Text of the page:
Sheppard, Benjamin Hardy

2/8/1925

BENJAMIN HARDY SHEPPARD
March 26, 1862 - February 8, 1925
 
The Rev. Benjamin Hardy Sheppard was born near Calhoun, Ouachita Parish, Louisiana, March 26, 1862, and died in his home in Jena, La Salle Parish, Louisiana, February 8, 1925, being at the time of his death sixty-two years, ten months and twelve days of age. He was a son of Frederck Marion Sheppard and Mary Elizabeth Butler. He was early left an orphan to meet the hardships of life as best he could, his mother having died when he was seven and his father when he was eleven. He met the problem in a heroic manner; working hard in the daytime and then at night he studied by a pine-knot fire that he might be better fitted for a higher service in life.
Brother Sheppard was licensed to preach November 13, 1886, while Dr. J. T. Sawyer was his presiding elder. He served four years as a local preacher, and was ordained deacon December 7, 1890, admitted into full connection in 1898, and ordained elder, 1895.
His first work as a traveling preacher was on Saline Mission, 1891, after which he served the following charges faithfully and well: Spring Creek, 1892; Bab’s Bridge, 1893; Ringgold, 1894-95; Lanesville, 1896; Hico, 1897; Lisbon, 1898-1900; Downsville, 1901; Haynesville, 1902-04; Sibley, 1905; Boyce, 1906; Rayville, 1907-08; Many, 1909-12; Carson, 1913; Oakdale, 1914-15; Lecompte, 1916-19; Merryvjlle, 1920-21; Trout, 1922 Jena, 1923. At his last appointment his health failed, and he was forced to take the superannuate relation in November 1923. His last days were spent in his home in Jena, where he was surrounded by friends and loved ones.
On October 29, 1882, he was happily married to Miss Nannie C. Currey, who, with the following children, survives him: Rev. Claude F., pastor of the Methodist Church at McDonoghville; Mrs. Janette Town-send, Boyce; Hardy A., Rochelle; Mrs. E. E. Bishop, Bon Ami; Mrs. W. H. Bishop, Jena; Mrs. C. L. Caddou, Plaquemine; Mrs. C. B. Abramson, Baton Rouge; Mrs. Thomas Bradford, Shreveport; Miss Bennie; the youngest, who is with her mother at Jena. Besides the immediate members of the family he has a brother, Mr. G. F. Sheppard, of Cal-houn, La,, and a sister, Mrs. William Graham, of Nebo, La.
When I recall the family that he reared, and some of the appointments that he served, I pause in admiration of the man who did this and never failed to meet his obligations. He must have been a wonderful financier to have done this and still be able to own the nice home in which he spent his last days.
Brother Sheppard came into my life more than thirty years ago, before I had joined the ministry, and while he was a young preacher, and the bond of friendship grew stronger as the years passed. I called to see him just a few days before he passed to the other world. He was very feeble, but I was allowed in his room and prayed. I then left and felt that I would never greet him again in this world, but I knew that I would see him again and that our friendship would be perfected in a perfect world.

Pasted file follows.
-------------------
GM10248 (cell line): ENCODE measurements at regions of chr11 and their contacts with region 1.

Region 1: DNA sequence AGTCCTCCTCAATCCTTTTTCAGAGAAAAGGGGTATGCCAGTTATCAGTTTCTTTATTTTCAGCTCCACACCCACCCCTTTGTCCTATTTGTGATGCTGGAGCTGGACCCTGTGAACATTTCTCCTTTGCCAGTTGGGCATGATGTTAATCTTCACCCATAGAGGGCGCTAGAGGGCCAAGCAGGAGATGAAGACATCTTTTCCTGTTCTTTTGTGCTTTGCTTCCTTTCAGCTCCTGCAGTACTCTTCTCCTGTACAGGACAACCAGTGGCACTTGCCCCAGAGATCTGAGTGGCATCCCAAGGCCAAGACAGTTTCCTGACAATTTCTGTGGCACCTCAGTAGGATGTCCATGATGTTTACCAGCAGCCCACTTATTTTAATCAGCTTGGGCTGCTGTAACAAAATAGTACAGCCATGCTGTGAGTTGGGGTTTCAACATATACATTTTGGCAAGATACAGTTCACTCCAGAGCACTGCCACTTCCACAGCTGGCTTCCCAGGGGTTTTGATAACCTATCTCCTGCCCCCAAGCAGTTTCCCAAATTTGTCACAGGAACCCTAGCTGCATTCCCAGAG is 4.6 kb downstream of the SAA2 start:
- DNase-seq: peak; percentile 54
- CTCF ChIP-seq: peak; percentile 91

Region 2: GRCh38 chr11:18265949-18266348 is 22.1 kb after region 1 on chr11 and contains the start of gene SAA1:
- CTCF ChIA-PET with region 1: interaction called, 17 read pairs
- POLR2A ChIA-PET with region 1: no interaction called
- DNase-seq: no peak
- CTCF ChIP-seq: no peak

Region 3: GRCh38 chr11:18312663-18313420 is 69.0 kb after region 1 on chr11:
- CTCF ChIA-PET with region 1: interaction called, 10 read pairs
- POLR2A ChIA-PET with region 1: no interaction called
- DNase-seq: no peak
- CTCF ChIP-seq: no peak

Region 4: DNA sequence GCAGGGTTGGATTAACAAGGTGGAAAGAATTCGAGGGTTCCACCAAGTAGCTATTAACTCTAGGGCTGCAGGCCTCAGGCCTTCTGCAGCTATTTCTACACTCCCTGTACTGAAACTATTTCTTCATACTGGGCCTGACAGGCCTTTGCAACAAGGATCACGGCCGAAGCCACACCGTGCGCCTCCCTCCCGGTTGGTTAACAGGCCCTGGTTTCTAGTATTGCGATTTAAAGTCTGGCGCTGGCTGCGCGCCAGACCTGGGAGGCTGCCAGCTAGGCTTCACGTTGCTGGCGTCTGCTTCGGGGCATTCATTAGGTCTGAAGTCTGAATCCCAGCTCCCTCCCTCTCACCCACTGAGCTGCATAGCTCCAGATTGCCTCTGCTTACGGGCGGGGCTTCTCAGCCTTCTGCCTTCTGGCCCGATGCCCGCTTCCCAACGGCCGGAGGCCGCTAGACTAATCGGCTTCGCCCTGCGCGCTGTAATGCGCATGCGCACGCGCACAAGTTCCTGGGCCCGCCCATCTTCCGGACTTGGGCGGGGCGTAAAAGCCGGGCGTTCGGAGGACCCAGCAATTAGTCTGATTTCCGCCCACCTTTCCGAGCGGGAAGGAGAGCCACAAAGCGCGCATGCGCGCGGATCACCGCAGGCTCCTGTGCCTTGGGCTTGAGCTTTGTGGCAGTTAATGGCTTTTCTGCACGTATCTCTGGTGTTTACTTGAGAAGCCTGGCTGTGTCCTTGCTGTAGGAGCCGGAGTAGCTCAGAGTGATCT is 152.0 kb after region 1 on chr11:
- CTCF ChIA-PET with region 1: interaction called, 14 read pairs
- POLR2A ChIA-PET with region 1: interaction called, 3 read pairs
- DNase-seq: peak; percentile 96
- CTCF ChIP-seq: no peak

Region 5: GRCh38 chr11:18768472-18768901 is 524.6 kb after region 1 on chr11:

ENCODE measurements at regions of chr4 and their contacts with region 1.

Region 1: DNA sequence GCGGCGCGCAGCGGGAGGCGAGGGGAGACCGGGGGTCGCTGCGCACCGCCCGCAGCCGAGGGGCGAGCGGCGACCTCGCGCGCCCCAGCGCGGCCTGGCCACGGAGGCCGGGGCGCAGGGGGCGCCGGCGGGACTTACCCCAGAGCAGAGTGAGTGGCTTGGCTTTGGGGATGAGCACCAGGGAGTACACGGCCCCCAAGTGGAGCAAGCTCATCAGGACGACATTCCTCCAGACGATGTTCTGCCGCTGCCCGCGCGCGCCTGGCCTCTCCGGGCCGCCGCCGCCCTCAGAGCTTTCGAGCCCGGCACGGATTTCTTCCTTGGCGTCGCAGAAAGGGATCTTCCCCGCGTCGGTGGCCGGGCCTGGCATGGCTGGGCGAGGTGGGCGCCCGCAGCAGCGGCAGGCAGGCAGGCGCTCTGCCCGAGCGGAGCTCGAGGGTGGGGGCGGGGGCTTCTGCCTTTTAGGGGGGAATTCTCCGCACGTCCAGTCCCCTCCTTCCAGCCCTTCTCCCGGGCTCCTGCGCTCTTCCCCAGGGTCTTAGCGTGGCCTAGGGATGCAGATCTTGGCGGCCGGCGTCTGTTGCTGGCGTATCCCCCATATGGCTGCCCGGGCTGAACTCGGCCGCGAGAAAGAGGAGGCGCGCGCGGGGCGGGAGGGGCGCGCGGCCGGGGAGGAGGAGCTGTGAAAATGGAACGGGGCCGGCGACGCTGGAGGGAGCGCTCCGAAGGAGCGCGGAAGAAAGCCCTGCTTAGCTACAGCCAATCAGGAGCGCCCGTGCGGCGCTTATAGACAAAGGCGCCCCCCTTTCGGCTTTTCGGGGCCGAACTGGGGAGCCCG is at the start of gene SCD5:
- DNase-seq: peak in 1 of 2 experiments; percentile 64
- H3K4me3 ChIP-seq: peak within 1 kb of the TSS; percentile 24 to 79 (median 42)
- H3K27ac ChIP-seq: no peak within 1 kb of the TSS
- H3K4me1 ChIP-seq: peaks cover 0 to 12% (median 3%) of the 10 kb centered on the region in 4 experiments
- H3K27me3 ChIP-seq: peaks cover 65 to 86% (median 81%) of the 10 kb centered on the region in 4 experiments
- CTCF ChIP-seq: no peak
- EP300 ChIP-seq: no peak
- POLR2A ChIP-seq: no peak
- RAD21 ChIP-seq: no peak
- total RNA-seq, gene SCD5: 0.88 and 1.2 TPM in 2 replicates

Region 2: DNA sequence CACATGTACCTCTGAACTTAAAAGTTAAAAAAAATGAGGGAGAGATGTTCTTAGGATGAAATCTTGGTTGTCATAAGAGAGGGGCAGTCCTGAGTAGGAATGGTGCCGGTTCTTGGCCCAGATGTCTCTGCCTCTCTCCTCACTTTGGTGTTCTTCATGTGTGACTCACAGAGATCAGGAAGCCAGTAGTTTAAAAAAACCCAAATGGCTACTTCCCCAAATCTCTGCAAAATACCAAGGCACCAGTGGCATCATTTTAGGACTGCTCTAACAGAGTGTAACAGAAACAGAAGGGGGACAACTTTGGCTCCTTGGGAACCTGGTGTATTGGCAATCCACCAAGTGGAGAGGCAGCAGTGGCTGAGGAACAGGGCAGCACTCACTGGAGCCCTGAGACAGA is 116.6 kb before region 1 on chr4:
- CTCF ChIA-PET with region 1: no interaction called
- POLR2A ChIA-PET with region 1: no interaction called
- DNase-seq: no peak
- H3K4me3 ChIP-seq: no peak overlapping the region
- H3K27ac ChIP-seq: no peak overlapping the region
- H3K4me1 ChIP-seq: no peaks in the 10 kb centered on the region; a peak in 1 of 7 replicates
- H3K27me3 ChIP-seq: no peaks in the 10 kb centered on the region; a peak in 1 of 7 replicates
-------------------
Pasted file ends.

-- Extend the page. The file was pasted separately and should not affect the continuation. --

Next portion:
Brother Sheppard was a heroic, man and dared to do the bidding of his Father in heaven at any price. He was a tender, sympathetic man, whose sympathies were not confined to his own race or color, but were as boundless as that love that sees the woes of the children of men all over the world.
No man was over given more tenderness and attention during his last hours of waiting and lingering sickness, They were all so anxious to minister to his comfort and to help in those hours, it was beautiful to see how they ministered in all devotion to him.
Brother Sheppard had rare good judgment and common sense in the affairs that confronted him, and this, with his knowledge of the Bible and the familiarity he had with human nature, coupled with his natural flow of good humor, made him an acceptable and successful pastor, who was dearly loved. He really seemed to have genius for friendship, and was loved by all classes.
In his death, his family felt keenly their loss, but rejoice that he left such a record of fidelity and loyalty to the Kingdom of God; our Conference has lost a choice spirit, who was faithful to every trust reposed in him; personally I have lost a dear friend whom I shall miss keenly.

“Our brother the haven bath’ gained,
Outflying the tempest and wind;
His rest bath sooner obtained,
And left his companions behind,
Still tossed on the sea of distress,
Hard toiling to make the blest shore,
Where all is assurance and peace,
And sorrow and sin are no more.”

It was fitting that this heroic man should have been carried to the. Nolley Memorial Church, named for a hero of the last century, whose shaft is only a few feet from where Brother Sheppard is buried.

Source: Journal of the Louisiana Conference of the Methodist Episcopal Church, South, 1925, Pages 108-109, by C. C. Wier.